Pardo F, Tavakoli A, Levdik V, et al., 2018, Time limits in reinforcement learning, Pages: 6443-6452
©35th International Conference on Machine Learning, ICML 2018.All Rights Reserved. In reinforcement learning, it is common to let an agent interact for a fixed amount of time with its environment before resetting it and repeating the process in a series of episodes. The task that the agent has to learn can either be to maximize its performance over (i) that fixed period, or (ii) an indefinite period where time limits are only used during training to diversify experience. In this paper, we provide a formal account for how time limits could effectively be handled in each of the two cases and explain why not doing so can cause state-aliasing and invalidation of experience replay, leading to suboptimal policies and training instability. In case (i), we argue that the terminations due to time limits are in fact part of the environment, and thus a notion of the remaining time should be included as part of the agent's input to avoid violation of the Markov property. In case (ii), the time limits are not part of the environment and are only used to facilitate learning. We argue that this insight should be incorporated by bootstrapping from the value of the state at the end of each partial episode. For both cases, we illustrate empirically the significance of our considerations in improving the performance and stability of existing reinforcement learning algorithms, showing state-of-the-art results on several control tasks.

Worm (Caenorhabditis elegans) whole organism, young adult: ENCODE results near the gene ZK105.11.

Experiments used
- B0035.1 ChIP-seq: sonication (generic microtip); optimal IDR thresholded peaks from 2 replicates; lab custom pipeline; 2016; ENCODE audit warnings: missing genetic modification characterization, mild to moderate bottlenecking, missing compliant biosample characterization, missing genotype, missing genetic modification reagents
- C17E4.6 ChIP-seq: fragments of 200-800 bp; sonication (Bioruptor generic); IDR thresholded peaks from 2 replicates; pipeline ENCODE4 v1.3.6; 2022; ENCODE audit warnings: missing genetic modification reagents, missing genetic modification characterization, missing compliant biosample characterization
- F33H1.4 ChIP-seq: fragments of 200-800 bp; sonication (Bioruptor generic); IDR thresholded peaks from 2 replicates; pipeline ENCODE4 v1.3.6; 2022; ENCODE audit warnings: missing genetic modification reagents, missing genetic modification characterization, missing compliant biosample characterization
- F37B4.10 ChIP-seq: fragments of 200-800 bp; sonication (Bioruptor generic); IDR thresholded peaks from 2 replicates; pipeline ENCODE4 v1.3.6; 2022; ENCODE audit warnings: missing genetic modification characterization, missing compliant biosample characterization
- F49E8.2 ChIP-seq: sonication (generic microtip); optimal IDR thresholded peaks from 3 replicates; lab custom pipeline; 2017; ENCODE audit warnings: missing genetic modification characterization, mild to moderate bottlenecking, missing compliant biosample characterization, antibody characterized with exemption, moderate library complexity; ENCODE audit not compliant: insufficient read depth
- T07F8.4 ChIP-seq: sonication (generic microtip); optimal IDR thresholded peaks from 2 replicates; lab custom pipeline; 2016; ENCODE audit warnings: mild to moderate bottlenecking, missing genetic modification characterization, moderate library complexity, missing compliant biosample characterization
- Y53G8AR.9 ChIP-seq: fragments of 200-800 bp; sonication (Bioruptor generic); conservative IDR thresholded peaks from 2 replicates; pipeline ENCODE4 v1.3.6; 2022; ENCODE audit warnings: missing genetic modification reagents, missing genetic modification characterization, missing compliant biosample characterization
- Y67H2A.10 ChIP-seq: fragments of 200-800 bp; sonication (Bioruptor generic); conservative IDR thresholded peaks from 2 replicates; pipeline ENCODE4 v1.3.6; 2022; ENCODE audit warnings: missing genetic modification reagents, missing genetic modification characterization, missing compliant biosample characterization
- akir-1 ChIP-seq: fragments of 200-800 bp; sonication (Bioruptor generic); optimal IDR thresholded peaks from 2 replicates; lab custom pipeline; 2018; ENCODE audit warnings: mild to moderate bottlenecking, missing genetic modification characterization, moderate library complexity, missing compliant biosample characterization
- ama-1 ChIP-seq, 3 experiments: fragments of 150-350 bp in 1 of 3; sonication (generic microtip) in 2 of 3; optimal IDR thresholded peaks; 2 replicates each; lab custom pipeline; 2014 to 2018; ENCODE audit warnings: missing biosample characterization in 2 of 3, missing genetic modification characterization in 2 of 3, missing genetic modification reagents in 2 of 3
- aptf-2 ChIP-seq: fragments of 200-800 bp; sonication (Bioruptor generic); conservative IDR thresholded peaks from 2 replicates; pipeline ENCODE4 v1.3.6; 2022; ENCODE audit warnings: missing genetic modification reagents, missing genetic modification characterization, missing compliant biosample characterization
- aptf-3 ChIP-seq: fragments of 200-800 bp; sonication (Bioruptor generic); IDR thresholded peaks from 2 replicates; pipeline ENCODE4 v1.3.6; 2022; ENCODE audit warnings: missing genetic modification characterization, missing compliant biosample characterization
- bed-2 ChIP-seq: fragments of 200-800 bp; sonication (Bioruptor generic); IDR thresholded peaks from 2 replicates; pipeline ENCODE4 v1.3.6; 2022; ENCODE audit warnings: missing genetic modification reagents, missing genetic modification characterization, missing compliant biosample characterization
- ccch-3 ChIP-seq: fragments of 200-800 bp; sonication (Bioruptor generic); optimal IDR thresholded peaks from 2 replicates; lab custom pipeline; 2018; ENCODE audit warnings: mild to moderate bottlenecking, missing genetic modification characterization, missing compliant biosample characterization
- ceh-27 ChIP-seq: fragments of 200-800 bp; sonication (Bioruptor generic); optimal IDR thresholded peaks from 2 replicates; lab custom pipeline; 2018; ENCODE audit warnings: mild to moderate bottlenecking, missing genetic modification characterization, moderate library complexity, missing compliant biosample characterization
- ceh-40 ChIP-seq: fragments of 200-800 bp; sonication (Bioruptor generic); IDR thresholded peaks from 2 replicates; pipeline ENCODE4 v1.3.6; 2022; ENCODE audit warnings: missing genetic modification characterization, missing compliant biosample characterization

Tavakoli A, Pardo F, Kormushev P, 2018, Action branching architectures for deep reinforcement learning, Pages: 4131-4138